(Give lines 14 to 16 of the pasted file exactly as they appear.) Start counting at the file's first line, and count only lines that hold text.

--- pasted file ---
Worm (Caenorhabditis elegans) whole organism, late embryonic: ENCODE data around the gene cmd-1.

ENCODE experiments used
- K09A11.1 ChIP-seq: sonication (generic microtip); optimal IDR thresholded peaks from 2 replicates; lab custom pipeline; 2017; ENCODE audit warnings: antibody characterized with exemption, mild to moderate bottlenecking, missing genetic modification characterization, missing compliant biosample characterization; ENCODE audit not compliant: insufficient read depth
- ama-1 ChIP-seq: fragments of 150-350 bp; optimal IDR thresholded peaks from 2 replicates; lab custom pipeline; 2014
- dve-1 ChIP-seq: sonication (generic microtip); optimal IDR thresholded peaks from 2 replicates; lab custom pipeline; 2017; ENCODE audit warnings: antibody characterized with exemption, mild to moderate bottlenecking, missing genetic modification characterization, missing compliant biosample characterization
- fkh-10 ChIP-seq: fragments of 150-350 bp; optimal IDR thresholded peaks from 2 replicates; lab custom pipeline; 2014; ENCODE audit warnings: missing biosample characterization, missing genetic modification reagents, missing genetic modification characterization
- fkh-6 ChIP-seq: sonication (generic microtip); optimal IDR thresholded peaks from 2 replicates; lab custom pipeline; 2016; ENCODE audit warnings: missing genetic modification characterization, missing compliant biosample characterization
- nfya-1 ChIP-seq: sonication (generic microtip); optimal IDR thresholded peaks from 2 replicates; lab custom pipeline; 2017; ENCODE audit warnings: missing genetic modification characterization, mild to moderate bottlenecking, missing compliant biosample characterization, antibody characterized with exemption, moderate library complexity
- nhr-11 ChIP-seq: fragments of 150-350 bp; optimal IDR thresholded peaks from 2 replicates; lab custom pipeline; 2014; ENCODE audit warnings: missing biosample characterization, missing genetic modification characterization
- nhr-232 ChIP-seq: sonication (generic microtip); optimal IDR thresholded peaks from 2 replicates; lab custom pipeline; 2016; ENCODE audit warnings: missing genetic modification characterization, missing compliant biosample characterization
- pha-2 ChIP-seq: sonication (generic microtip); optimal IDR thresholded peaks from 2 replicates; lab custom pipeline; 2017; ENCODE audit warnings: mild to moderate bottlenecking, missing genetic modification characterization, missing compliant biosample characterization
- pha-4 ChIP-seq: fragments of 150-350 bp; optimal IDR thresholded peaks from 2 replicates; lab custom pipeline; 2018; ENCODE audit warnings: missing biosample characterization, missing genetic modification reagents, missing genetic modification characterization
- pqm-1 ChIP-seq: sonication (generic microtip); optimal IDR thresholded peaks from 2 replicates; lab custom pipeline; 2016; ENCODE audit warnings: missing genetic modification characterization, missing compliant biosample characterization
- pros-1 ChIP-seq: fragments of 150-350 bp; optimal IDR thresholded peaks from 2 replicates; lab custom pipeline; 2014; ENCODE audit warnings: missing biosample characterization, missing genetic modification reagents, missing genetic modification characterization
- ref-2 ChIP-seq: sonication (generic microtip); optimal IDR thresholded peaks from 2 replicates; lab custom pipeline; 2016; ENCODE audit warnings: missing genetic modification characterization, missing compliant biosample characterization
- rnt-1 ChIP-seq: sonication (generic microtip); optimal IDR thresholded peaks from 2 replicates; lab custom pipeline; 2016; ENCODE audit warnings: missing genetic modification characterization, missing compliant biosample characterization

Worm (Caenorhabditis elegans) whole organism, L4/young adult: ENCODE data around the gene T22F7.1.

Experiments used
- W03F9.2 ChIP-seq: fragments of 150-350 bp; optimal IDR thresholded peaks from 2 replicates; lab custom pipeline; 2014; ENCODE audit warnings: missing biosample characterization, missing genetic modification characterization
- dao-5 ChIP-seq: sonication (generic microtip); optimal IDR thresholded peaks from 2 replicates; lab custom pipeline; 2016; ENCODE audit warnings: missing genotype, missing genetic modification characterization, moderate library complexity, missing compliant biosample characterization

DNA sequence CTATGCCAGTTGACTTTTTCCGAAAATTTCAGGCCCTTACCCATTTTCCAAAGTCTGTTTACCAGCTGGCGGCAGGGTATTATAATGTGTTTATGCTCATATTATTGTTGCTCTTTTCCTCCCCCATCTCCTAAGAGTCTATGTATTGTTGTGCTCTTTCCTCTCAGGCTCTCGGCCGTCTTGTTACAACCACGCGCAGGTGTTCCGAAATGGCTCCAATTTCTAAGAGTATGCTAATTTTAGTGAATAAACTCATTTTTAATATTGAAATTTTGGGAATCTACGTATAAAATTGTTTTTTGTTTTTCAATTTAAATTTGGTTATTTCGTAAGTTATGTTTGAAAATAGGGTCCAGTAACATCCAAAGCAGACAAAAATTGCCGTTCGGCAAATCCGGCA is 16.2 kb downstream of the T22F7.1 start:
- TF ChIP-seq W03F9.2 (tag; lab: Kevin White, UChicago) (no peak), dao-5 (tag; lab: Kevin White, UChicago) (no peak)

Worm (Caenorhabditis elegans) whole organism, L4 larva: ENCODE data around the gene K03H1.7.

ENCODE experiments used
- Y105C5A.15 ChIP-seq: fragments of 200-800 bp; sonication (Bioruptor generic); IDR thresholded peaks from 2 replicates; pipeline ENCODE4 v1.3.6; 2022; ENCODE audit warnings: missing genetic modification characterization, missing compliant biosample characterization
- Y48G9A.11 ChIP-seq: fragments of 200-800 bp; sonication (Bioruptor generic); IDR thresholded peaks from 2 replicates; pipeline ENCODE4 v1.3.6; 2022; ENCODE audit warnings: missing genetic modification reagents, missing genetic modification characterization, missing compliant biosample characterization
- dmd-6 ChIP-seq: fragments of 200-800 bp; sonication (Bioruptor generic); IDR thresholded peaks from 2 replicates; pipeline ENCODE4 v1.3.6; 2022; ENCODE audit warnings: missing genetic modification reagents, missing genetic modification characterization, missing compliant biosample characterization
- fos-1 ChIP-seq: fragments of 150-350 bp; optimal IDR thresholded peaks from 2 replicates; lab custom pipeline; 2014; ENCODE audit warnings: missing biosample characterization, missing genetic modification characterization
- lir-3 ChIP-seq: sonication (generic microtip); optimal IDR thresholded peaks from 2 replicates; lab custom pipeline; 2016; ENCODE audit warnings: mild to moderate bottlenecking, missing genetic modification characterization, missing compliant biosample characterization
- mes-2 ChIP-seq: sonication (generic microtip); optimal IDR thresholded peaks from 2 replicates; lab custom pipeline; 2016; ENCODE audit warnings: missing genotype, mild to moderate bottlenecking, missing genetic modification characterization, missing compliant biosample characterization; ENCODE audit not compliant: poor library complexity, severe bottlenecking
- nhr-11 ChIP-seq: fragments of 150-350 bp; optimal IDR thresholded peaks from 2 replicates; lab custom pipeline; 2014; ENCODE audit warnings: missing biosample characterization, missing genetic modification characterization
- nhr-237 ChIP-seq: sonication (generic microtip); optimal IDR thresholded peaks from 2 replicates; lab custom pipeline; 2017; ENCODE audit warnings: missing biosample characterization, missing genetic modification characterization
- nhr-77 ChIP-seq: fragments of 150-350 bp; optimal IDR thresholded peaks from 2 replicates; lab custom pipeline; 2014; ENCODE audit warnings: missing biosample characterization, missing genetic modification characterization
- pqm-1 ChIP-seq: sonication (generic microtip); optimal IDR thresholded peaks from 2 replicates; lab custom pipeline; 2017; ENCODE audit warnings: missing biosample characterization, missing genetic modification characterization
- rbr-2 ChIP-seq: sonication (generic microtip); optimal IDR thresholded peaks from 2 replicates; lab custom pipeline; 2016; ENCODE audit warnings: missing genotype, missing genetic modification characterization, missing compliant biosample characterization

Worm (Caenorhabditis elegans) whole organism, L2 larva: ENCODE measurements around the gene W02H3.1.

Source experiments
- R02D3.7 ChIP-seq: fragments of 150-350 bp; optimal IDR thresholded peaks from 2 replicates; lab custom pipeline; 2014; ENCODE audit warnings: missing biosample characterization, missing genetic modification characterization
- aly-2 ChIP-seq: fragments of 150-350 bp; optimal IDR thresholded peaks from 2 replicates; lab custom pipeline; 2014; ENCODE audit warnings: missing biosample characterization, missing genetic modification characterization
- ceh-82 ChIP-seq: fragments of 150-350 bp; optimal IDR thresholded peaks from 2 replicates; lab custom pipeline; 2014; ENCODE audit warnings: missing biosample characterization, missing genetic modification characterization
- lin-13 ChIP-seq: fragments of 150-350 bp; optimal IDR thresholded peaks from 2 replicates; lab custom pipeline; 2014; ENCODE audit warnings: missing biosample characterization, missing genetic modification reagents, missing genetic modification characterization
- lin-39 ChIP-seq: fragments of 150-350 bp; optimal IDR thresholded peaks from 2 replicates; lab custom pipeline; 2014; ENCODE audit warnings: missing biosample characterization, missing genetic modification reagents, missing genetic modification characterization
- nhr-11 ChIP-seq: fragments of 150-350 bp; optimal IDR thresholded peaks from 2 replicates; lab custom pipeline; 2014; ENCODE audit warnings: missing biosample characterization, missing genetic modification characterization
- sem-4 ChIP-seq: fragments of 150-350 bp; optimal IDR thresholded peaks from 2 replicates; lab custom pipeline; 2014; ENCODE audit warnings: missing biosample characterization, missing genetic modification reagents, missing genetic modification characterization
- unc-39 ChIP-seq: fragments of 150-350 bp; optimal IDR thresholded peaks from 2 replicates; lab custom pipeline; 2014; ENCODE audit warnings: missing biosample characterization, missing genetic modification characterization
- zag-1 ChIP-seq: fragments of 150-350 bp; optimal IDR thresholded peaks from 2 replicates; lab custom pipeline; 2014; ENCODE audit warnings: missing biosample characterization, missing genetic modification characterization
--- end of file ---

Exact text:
- pros-1 ChIP-seq: fragments of 150-350 bp; optimal IDR thresholded peaks from 2 replicates; lab custom pipeline; 2014; ENCODE audit warnings: missing biosample characterization, missing genetic modification reagents, missing genetic modification characterization
- ref-2 ChIP-seq: sonication (generic microtip); optimal IDR thresholded peaks from 2 replicates; lab custom pipeline; 2016; ENCODE audit warnings: missing genetic modification characterization, missing compliant biosample characterization
- rnt-1 ChIP-seq: sonication (generic microtip); optimal IDR thresholded peaks from 2 replicates; lab custom pipeline; 2016; ENCODE audit warnings: missing genetic modification characterization, missing compliant biosample characterization